Distributed Logistics for Digital Commerce, Article 4: Regional Inventory Visibility

Regional inventory visibility : How to offer 1-2 day delivery while protecting margins.

Ecommerce marketers. What if I told you that you had a superpower? One you probably never heard of? And one your Ops guys would love to have but probably don’t know about?

It’s called “regional inventory visibility”. And believe me, it’s much more exciting that it sounds.

Here’s why.

As marketers we understand the power of Amazon Prime and its one-and-two day guaranteed delivery program.  

Walmart.com, eBay and other online marketplaces quickly followed Amazon’s lead and to offer their own programs. Now online shoppers expect fast, often free, shipping wherever they shop. Participating in these programs has become table stakes.

And the need to meet shopper expectations for fast delivery doesn’t just affect marketplace sellers. One study by Arvato showed that 24 percent of online shoppers would cancel their order if delivery estimates were not fast enough to meet their expectations.

The results of participating in marketplace accelerated delivery programs are dramatic: Amazon estimates that assigning the Prime badge to a SKU results in an average 52% lift in sales. Some studies have shown up at a 500% lift in other categories like perfume.

Basically there are two ways to participate in these programs:

  1. Amazon FBA. Solid, somewhat expensive and puts Amazon in control of your business. As recent events have shown, this became be a problem for some sellers when Amazon locked non-essential shipments out of FBA. FBA is a good alternative for the right products, but probably shouldn’t be your only option. And it’s pretty much limited to sales you make on Amazon, not sales made on your other marketplace channels.
  2. Do it yourself. Or have someone like a 3PL or fulfillment service do it for you. Here’s where it gets interesting.

Let’s say you have inventory in a distribution center in Salt Lake City. There is a geographic area around this DC where you can ship product profitability using two-day ground or other shipping options. In fact, you are probably already doing it.

So you need to create a “Shipping Template” that basically maps this area and communicates to Amazon and the other marketplaces that “for shoppers within this area, I want to participate in your guaranteed delivery program at this price. For shoppers outside this area, show my standard listing, price and shipping options.”

That’s your superpower; Superman’s super vision has got nothing on you. With regional inventory visibility, you’ve just boosted sales without spending another dime or wrapping shipments in dollar bills.

Now, if you were to take a look at a map of population density for the United States, you could see areas where you can leverage this concept using other sources of inventory like 3PLs or even your own retail locations. You can simply expand the program region by region, spending no more money on one-or-two-day shipping than you can profitably afford.

That’s where regional inventory visibility comes in – the process only works if you “know” you have inventory available in a location near the online shopper and then can communicate that to the channel so the channel can show the right listing based on your shipping template.

You can learn more about regional shipping templates in the video that accompanies this article.

There are four primary capabilities for making this work.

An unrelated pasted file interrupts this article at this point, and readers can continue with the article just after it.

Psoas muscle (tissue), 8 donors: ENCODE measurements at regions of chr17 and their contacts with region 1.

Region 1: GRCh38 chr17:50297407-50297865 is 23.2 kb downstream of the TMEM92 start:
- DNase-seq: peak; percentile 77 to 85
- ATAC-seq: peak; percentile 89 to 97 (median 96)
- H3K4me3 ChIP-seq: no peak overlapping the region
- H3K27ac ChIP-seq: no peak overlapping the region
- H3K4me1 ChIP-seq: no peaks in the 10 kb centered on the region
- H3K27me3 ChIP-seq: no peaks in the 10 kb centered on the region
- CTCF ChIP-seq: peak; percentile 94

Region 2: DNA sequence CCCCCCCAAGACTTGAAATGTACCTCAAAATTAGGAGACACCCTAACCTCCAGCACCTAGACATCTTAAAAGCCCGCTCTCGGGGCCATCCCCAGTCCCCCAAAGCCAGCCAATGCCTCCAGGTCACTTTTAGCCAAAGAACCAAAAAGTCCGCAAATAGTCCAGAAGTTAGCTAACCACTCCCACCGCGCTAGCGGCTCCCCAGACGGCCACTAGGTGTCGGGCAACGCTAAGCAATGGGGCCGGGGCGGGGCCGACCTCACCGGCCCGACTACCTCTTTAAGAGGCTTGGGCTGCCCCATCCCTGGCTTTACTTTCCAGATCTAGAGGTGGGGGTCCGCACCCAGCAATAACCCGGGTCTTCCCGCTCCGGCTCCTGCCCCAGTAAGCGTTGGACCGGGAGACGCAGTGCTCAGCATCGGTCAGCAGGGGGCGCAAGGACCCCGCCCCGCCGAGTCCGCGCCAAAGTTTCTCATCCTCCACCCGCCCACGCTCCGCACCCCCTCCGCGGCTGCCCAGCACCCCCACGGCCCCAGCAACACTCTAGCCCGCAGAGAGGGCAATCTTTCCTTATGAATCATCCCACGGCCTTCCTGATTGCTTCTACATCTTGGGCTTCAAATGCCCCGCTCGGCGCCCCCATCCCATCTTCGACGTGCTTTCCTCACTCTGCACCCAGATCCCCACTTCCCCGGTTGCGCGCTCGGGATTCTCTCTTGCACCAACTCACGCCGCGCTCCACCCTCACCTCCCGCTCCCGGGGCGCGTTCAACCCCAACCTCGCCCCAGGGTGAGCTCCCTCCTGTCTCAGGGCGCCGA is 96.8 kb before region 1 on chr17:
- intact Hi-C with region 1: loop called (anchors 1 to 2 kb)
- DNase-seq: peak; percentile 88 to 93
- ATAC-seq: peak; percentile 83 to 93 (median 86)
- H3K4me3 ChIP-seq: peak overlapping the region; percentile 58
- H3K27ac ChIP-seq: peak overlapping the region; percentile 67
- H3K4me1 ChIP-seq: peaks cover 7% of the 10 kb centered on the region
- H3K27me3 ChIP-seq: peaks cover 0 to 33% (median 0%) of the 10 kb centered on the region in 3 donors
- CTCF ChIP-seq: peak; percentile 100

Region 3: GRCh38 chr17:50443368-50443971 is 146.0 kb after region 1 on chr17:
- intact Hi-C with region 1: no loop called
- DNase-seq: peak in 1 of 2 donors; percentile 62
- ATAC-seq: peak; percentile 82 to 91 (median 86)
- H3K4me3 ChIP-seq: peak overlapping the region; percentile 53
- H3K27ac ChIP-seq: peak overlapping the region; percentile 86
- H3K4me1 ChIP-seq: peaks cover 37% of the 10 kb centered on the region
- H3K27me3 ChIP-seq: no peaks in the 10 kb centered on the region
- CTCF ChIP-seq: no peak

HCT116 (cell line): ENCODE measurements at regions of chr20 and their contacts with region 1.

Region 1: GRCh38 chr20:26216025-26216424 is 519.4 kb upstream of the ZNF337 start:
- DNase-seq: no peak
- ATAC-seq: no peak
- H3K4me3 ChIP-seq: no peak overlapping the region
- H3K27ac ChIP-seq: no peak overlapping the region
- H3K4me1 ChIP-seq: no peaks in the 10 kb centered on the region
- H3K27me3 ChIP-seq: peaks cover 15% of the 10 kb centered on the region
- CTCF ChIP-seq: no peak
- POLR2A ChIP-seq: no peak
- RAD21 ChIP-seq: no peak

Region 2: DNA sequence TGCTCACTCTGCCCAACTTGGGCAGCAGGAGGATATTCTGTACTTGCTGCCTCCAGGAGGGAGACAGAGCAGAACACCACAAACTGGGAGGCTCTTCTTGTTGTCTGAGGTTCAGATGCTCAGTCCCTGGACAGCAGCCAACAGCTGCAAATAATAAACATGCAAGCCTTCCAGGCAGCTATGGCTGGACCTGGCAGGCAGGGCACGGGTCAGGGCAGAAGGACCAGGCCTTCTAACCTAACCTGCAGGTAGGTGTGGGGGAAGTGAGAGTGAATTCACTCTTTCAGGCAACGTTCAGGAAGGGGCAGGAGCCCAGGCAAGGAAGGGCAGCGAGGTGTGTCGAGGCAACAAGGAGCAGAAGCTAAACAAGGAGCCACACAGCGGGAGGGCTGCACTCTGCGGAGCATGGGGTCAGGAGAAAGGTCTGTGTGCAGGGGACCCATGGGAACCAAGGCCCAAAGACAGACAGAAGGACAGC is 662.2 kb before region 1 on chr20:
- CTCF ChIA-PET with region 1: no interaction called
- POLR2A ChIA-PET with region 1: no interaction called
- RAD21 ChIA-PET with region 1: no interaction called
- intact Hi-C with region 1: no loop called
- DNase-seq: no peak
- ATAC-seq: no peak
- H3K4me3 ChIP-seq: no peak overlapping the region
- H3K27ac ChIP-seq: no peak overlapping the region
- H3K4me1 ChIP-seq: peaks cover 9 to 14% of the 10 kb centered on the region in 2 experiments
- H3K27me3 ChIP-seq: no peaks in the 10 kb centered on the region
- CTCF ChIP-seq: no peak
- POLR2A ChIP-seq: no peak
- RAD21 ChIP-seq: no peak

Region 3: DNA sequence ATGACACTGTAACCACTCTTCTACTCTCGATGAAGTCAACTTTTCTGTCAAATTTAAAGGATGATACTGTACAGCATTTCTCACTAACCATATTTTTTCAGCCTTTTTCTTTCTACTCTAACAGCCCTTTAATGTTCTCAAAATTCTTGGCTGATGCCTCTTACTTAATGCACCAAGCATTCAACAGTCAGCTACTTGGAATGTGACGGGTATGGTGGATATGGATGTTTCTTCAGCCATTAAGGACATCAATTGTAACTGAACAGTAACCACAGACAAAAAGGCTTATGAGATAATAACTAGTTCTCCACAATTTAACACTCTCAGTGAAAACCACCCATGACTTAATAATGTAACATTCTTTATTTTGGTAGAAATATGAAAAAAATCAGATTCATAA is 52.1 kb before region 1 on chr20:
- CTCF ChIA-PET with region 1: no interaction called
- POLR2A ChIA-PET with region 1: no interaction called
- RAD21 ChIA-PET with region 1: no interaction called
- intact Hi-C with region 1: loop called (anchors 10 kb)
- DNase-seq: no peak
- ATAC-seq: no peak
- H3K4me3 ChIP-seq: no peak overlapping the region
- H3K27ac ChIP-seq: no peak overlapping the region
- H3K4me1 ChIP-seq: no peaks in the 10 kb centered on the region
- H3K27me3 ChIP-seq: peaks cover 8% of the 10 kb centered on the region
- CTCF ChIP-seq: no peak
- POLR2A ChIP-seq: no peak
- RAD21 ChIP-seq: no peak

1. Inventory Visibility Across Your Network  

In a recent video, I discussed the idea of “distributed logistics” and managing all your sources of inventory as a single integrated network. That includes your warehouses and distribution centers, 3PLs and fulfillment partners, distributors and suppliers, in marketplaces like FBA, and at retail locations.

You need visibility to inventory by SKU each location across this network to see where your inventory is at a given point in time. Then you need to understand the shipping levels, carrier options and carrier service level for each location.

2. Dynamic Inventory Publishing

Realistically, Amazon or another sales channel doesn’t “know” to publish a Prime or guaranteed delivery listing for a given shopper. You need to tell the channel to publish the listing based on you knowing that you have inventory available near that shopper to successful and profitably fulfill their order.

3. Dynamic Pricing

Part of publishing a listing is publishing a price. You want to make sure you have a framework in place so you understand your total delivered cost from each location and can dynamically publish a price that protects your margins.

4. Distributed Order Management

As your inventory network expands, you are probably going to have a lot of overlap where an order could be filled from two or more sources of inventory. Distributed order management automatically routes the order to the best option that meets the delivery requirement at the lowest total delivered cost.

If this sounds complex, that’s because it is. But it doesn’t need to be complicated. That’s because with the right digital commerce operations platform and tools, everything can be integrated and automated to happen across all your channels, all your inventory locations, and hundreds – or in the case of some of our customers – thousands of SKUs.

You can learn more about regional inventory management and how it works in the video that accompanies this article: Distributed Logistics for Digital Commerce: Regional Inventory Visibility. It’s part four of an eight-part series on Distributed Logistics. To get started with the series, click here to view the first video Distributed Logistics for Ecommerce: A Change in Paradigm and Why it Matters on LinkedIn.

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